Port Arthur job fair helps troops make transition

November 11, 2016 GMT

Mike Guillory’s time in the military taught him how to keep his cool and work with people of different backgrounds, skills he said help him with his job now as a corrections officer with the Jefferson County Sheriff’s Office.

“Before going into the military, I didn’t like being around people,” said Guillory. “After being in the barracks with 50 guys, that changes.”

The Sheriff’s Office was one of 60 employers to set up a booth at the Texas Workforce Commission’s “Hiring Red, White and You! Veterans Job Fair” Thursday morning at the Robert A. “Bob” Bowers Civic Center in Port Arthur.

Guillory said this is the agency’s second year to take part in the fair. The Sheriff’s Office likes to hire veterans as corrections officers because they know how to “keep people in control,” he said.

The annual job fair, now in its fifth year, was created to match the skills that veterans learn in the military with local jobs, said Marilyn Smith, executive director of Workforce Solutions Southeast Texas, which covers Jefferson, Orange and Hardin counties.

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Smith said about 250 veterans attended the fair this year, which offered job leads for positions like teacher’s aides, corrections officers and maintenance workers.

“The key is trying to relate their skill sets from the military to civilian life,” said Smith.

She said the Texas Workforce Solutions started the annual job fair to address the increase in veterans returning from Iraq and Afghanistan who needed jobs.

Henry Marte said he believes the skills he acquired in seven years in the military and seven years in the National Guard will translate well into a career in law enforcement.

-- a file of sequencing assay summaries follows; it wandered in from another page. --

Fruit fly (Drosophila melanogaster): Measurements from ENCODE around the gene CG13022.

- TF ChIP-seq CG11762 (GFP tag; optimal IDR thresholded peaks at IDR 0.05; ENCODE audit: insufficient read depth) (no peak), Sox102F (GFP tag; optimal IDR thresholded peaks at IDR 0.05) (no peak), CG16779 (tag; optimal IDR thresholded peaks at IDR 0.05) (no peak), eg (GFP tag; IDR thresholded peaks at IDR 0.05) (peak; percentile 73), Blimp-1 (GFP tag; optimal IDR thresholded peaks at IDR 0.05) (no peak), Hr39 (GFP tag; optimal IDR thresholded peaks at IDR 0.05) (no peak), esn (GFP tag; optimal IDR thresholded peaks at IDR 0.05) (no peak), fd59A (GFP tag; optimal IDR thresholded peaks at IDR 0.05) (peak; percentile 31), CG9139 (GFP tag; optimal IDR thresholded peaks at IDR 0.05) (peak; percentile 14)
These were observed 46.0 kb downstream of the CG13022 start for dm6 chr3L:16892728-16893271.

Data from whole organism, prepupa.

Marte, a Port Arthur resident, listed discipline, structure and loyalty as some of the values he learned from the military.

“I know I can put someone before myself,” said Marte, 31.

Marte said he recently graduated with a degree in information technology and criminal justice from Rutgers University in New Jersey. He said he attended the fair so he can find a temporary job to support him until he can start training at the police academy in March.

In 2015, the unemployment rate for veterans in Texas was 4.3 percent, according to the U.S. Bureau of Labor Statistics.

About 4.3 million of the nation’s veterans - or about 20 percent - have a service-related disability, according to the Bureau of Labor.

The state of Texas offers employers who hire veterans with a service-related disability tax credits of up to $9,600, depending on when they were discharged from service and if the veteran has received unemployment benefits in the past year.

Rocky Northen, who currently works at a cabinet shop for a few hours every week, said he was interested in a variety of jobs presented at the fair, but said he can’t perform work that is too physically demanding.

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Northen, of Port Neches, said he hurt his neck, shoulder and knee while serving in the Marine Corp.

“I wouldn’t mind getting on with a school district, something I can do for a while,” said Northen, 39, who was looking for full-time work.

Entergy’s Brian Cutler, who was representing his employer at the fair, said the company has an online system where veterans can create a profile that will allow them to share their skills and resumes. The system will then match them to any suitable job openings.

Cutler, who has worked as a journeyman lineman with Entergy for three years, said he volunteered to work at the fair because he’s also a veteran.

“You can relate to them a little more,” he said. “It helps we have the same lingo.”

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